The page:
Dentists on the frontline – Rachel PointerPromotional Features
Posted by: The Probe 5th January 2018
That people in the UK are getting larger is not news; that most people opt for a DIY weight-loss plan instead of asking their GP for help isn’t either. With so many diets available across all forms of media, including apps, plus traditional slimming clubs, a patient is unlikely to visit a doctors’ surgery until their weight is causing them health complications.
There may be more overweight/obese people than ever before (in England, the proportion of overweight/obese males increased from 57.6% to 67.1% and from 48.6% to 57.2% for females in 2013[i]) but failing to accept that weight gain has become a problem is still common.
When it comes to being overweight/obese, dental practitioners are often the first line of defence. We see our patients routinely, which gives us many opportunities to discuss a weight issue and ascertain if they have sought medical advice. There is also a clear relationship between obesity and poor oral health, so if someone is overweight, management advice must be offered. By striving to do more than keep the mouth healthy from one appointment to the next and by putting dental care in the context of general wellbeing, you will be providing a truly preventative service. A collaborative approach to weight loss, with both the dentist and GP on board, will be long lasting and have a positive impact on patient/practitioner loyalty.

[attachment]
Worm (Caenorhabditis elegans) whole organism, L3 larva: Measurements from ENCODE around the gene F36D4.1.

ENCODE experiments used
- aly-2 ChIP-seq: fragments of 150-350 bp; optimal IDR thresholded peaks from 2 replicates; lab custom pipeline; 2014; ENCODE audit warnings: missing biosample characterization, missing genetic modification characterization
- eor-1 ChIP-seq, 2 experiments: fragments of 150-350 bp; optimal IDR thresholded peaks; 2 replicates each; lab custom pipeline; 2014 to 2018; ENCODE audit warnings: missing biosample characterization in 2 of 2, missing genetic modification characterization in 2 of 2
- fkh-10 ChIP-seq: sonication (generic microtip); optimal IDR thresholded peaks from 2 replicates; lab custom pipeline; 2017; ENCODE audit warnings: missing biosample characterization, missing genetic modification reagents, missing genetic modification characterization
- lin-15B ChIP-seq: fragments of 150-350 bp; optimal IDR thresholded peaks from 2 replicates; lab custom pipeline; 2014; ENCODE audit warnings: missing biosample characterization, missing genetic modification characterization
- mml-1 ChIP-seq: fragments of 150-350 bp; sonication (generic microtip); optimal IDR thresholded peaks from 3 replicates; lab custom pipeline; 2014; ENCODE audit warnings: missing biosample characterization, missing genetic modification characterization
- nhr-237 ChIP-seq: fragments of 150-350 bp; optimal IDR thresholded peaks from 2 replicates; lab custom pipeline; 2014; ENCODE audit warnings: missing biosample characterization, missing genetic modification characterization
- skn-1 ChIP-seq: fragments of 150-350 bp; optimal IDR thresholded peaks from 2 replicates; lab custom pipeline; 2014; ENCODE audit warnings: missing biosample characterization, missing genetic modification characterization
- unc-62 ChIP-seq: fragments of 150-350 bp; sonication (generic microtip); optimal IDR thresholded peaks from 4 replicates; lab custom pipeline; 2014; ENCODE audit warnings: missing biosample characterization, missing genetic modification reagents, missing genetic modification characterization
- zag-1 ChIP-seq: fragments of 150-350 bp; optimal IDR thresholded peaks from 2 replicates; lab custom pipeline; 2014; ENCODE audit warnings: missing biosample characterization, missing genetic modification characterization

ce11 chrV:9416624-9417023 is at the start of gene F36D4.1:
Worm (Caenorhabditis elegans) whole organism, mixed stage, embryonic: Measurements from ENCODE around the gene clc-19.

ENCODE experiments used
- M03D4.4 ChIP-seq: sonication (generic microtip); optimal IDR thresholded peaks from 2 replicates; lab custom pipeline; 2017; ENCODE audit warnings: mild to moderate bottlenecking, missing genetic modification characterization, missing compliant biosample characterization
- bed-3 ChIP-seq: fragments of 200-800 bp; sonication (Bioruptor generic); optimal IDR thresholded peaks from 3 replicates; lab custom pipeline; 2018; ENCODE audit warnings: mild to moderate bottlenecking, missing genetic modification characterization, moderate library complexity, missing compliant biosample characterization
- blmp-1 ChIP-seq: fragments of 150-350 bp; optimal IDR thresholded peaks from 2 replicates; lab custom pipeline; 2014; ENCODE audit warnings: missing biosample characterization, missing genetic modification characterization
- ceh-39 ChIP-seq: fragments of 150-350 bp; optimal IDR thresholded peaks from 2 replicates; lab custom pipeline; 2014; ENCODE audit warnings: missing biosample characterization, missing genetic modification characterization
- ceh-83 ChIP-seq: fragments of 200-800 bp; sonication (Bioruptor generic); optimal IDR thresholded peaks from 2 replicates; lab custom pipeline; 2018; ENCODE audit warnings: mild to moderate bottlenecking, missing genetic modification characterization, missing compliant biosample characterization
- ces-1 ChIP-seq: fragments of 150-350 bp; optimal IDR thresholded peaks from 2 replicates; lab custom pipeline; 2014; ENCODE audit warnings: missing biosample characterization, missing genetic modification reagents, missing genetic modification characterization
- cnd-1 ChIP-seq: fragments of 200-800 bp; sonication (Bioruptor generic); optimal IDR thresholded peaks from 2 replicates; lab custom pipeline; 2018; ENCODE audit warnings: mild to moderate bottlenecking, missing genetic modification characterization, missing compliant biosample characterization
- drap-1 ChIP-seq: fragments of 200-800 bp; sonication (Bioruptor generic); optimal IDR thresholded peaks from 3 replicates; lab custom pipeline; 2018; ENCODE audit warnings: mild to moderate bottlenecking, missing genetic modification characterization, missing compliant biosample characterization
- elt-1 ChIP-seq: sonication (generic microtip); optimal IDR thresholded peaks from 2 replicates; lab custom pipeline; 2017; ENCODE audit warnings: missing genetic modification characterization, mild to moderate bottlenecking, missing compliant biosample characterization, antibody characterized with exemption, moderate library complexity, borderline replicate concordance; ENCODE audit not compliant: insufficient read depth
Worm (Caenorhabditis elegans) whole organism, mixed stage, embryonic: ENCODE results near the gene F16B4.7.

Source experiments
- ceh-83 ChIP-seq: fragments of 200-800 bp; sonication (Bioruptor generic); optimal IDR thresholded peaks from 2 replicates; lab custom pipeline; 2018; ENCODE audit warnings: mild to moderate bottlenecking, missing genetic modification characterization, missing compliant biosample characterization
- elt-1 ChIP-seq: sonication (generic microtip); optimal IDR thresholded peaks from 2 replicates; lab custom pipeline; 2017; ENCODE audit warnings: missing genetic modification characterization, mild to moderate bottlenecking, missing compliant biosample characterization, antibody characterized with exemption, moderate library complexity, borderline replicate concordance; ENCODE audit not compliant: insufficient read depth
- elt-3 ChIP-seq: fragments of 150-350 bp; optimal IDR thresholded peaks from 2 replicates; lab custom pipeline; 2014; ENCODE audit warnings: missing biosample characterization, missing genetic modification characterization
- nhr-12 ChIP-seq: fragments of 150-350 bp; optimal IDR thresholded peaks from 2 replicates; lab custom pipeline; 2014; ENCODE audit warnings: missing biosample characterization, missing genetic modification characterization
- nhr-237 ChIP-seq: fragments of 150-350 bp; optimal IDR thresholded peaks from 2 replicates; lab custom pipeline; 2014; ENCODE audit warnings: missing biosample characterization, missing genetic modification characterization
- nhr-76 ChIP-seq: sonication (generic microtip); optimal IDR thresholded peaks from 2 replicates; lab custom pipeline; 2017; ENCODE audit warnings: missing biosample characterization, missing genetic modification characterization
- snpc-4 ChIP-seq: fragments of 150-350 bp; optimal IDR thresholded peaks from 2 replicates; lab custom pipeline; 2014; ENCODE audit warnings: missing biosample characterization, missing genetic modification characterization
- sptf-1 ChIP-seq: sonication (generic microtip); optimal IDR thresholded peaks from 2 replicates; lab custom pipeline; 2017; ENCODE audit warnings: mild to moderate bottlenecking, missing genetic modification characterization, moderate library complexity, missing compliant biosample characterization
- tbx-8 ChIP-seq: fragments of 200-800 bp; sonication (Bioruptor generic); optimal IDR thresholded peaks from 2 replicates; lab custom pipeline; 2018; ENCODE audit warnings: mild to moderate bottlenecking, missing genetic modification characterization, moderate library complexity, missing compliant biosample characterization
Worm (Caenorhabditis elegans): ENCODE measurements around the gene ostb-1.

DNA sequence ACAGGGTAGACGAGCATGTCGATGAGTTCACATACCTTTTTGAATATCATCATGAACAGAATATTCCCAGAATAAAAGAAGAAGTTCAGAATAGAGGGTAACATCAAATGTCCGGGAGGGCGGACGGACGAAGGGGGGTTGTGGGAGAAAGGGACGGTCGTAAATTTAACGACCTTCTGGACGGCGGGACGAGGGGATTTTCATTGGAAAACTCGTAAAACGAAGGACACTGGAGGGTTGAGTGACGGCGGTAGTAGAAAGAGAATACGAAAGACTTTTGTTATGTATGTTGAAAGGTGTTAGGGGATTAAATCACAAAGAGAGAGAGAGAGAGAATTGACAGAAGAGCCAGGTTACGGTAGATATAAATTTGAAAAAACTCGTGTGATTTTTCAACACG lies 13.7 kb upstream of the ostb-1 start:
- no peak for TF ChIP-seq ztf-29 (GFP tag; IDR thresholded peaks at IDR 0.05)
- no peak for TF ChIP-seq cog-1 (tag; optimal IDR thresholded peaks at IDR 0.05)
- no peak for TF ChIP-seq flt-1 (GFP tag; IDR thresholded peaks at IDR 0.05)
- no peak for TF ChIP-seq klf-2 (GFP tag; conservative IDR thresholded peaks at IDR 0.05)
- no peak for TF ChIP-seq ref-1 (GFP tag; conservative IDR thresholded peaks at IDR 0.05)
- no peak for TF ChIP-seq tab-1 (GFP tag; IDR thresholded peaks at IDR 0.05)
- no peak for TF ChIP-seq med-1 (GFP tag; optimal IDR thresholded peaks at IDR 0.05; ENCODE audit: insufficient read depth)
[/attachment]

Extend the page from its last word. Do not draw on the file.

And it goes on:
Calculating Body Mass Index (BMI) is the most common way to find out if someone is obese or overweight.[ii] A BMI of 25-29.9 is ‘overweight’ and 30+ is ‘obese’. Treating obese patients is a challenge. Dental visits can be uncomfortable and humiliating, causing them to stay away. In 2015, a practice warned patients who weigh more than 127kg (19st) that they might not be able to be treated due to a weight restrictions on dental chairs.[iii] You must strive to ensure that their entire experience at your practice does not make them feel embarrassed, especially if mobility is a problem. Maybe referral to another practice that is better equipped to help will be necessary, for example, if there are lots of stairs to climb at your premises. Empathy and sensitivity are essential from every member of the dental team.
Obesity can complicate sedation, so you might need support. Also, “the position of anatomical landmarks may be less obvious if surrounded by fatty tissue… It may be impossible to palpate cervical lymph nodes in a large neck. Soft tissues can also make retraction with a normal sized mirror unsafe.”[iv] Reach out to other practitioners for advice and constantly communicate with the patient to make them feel valued.